Article 01 Staying Healthy Indoors 02
Article 01 Staying Healthy Indoors 02

Staying Healthy Indoors


How healthy is your home?

Health and wellbeing are increasingly hot topics in Australia. While there’s plenty of talk about diet and exercise, there is one aspect that’s often overlooked: the health of our home environments. When you consider that we spend as much as 90% of our lives indoors, it makes sense that we should pay attention to the factors that contribute to a healthy home and the air we breathe inside.


Understanding the indoor air pollution problem

So, why is the air in a home such a big deal? Well, mainly because pollutants can lurk there, unseen, for you and your family to inhale. These pollutants can cause health issues, from headaches and tiredness to more severe conditions like asthma, cancer and even kidney failure. The long and short of it is – you need to keep an eye on the quality of the air in your home.

The tricky thing about indoor air quality (IAQ) is that there’s no simple way to keep it healthy. Every home is different, and the air pollutants in each vary. At the most dangerous end of the scale are pollutants like asbestos and formaldehyde, which should be professionally treated. However, there also are many ‘everyday’ pollutants that can have an impact, such as tobacco, mould, mildew, bacteria, dust mites, house paint, carpet fumes, cleaning products and disinfectants. Even household appliances can contribute to our indoor air quality – things like stoves, heaters and fireplaces, which emit carbon monoxide and nitrogen dioxide without us even realising.


So, what can you do to improve your home’s IAQ?

No matter what home you live in, here are a few simple steps you can take to minimise pollution:

  • Limiting soft furnishings like carpets, curtains and rugs (these are traps for dust and bacteria!)
  • Regularly dusting and vacuuming
  • Limiting the burning of candles and wood fires
  • Making sure you use exhaust fans when cooking
  • Never smoking inside
  • Using cleaning products with low VOCs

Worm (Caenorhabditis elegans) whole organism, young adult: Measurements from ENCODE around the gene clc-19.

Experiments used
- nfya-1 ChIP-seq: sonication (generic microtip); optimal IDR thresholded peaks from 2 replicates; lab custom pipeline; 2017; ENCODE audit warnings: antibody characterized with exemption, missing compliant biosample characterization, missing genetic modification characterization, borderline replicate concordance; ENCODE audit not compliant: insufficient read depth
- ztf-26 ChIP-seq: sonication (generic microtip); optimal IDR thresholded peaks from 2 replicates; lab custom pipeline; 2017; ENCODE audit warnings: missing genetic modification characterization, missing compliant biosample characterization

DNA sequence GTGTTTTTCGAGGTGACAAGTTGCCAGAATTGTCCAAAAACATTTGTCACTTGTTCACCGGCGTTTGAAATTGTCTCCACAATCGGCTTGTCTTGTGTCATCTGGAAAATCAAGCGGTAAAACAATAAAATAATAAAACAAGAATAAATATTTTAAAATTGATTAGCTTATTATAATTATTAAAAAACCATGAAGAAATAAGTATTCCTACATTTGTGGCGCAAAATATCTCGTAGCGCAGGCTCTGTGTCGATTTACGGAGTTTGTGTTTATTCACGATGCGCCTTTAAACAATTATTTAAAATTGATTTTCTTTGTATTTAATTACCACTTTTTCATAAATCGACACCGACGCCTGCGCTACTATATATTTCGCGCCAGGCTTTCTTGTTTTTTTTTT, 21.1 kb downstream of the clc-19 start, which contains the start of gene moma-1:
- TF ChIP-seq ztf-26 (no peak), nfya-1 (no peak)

If you’re concerned about the products and appliances you’re using, the Sensitive Choice program can provide more information on what are the safest options to use in your home.

The second step to healthy IAQ is increasing ventilation to ensure you have enough fresh, clean air coming in. While sometimes it’s as simple as opening a window, this isn’t always possible (especially if you live in an area with external pollutants like traffic exhaust from nearby roads). In these cases, you can use a humidifier or dehumidifier, install an air purifier or a quality air conditioner with an air purifying filter.

Thankfully, Daikin air conditioners have built in technology that specifically target indoor air pollutants. Newer Daikin models like the The Zena Designer Series and US7 come with advanced flash streamer air purifying technology which decomposes bacteria and mould that gets stuck in the filter. It also has an inbuilt filter that traps microscopic particles, decomposes odours and deactivates bacteria.

CoraNexura and Floor Standing models include an advanced deodorising air purification filter, with titanium apatite allowing it to trap microscopic particles, decompose odours and deactivate bacteria.

If asthma or allergies are a problem for you or someone in your family, you might want to consider a Daikin Split System. They’re the only air conditioners to have be approved by the National Asthma Council Australia’s Sensitive Choice program.


Interested in addressing the air pollution in your home? 

If this article has made you think twice about the possible pollution in your home, it’s not a bad idea to enlist the help of a professional to do a health check on the air in your home. Why not book a consultation with a Daikin Specialist Dealer? They’ll visit and assess your home, before recommending a solution that’s right for you – helping you breathe easier on all fronts.

For more information